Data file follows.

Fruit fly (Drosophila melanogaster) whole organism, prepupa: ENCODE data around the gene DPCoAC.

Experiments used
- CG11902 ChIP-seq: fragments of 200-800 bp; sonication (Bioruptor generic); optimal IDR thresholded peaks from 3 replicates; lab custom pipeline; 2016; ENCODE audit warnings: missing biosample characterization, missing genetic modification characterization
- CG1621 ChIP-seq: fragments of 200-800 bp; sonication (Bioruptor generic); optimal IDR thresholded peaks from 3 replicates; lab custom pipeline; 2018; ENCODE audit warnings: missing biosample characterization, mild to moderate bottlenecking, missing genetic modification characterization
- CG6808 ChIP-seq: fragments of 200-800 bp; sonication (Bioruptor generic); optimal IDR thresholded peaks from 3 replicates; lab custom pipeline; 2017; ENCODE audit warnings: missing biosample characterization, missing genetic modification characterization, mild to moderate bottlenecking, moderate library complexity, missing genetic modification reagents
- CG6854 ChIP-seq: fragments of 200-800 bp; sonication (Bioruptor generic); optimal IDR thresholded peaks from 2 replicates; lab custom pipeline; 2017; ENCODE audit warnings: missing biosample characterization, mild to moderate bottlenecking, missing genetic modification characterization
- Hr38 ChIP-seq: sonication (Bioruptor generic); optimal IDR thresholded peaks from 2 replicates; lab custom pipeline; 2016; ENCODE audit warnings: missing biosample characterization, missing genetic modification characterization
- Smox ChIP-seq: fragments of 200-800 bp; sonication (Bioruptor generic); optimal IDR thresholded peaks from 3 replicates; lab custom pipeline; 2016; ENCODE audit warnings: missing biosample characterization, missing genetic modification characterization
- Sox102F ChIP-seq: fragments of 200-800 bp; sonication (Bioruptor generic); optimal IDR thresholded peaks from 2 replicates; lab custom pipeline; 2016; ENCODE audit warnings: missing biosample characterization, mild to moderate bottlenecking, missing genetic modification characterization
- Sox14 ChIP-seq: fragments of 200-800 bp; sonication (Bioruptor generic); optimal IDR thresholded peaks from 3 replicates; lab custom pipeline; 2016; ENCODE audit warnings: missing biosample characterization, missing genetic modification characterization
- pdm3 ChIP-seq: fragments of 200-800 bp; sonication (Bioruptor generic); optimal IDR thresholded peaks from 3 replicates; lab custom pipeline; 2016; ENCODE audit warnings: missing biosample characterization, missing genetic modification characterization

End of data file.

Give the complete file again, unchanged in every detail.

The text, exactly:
Fruit fly (Drosophila melanogaster) whole organism, prepupa: ENCODE data around the gene DPCoAC.

Experiments used
- CG11902 ChIP-seq: fragments of 200-800 bp; sonication (Bioruptor generic); optimal IDR thresholded peaks from 3 replicates; lab custom pipeline; 2016; ENCODE audit warnings: missing biosample characterization, missing genetic modification characterization
- CG1621 ChIP-seq: fragments of 200-800 bp; sonication (Bioruptor generic); optimal IDR thresholded peaks from 3 replicates; lab custom pipeline; 2018; ENCODE audit warnings: missing biosample characterization, mild to moderate bottlenecking, missing genetic modification characterization
- CG6808 ChIP-seq: fragments of 200-800 bp; sonication (Bioruptor generic); optimal IDR thresholded peaks from 3 replicates; lab custom pipeline; 2017; ENCODE audit warnings: missing biosample characterization, missing genetic modification characterization, mild to moderate bottlenecking, moderate library complexity, missing genetic modification reagents
- CG6854 ChIP-seq: fragments of 200-800 bp; sonication (Bioruptor generic); optimal IDR thresholded peaks from 2 replicates; lab custom pipeline; 2017; ENCODE audit warnings: missing biosample characterization, mild to moderate bottlenecking, missing genetic modification characterization
- Hr38 ChIP-seq: sonication (Bioruptor generic); optimal IDR thresholded peaks from 2 replicates; lab custom pipeline; 2016; ENCODE audit warnings: missing biosample characterization, missing genetic modification characterization
- Smox ChIP-seq: fragments of 200-800 bp; sonication (Bioruptor generic); optimal IDR thresholded peaks from 3 replicates; lab custom pipeline; 2016; ENCODE audit warnings: missing biosample characterization, missing genetic modification characterization
- Sox102F ChIP-seq: fragments of 200-800 bp; sonication (Bioruptor generic); optimal IDR thresholded peaks from 2 replicates; lab custom pipeline; 2016; ENCODE audit warnings: missing biosample characterization, mild to moderate bottlenecking, missing genetic modification characterization
- Sox14 ChIP-seq: fragments of 200-800 bp; sonication (Bioruptor generic); optimal IDR thresholded peaks from 3 replicates; lab custom pipeline; 2016; ENCODE audit warnings: missing biosample characterization, missing genetic modification characterization
- pdm3 ChIP-seq: fragments of 200-800 bp; sonication (Bioruptor generic); optimal IDR thresholded peaks from 3 replicates; lab custom pipeline; 2016; ENCODE audit warnings: missing biosample characterization, missing genetic modification characterization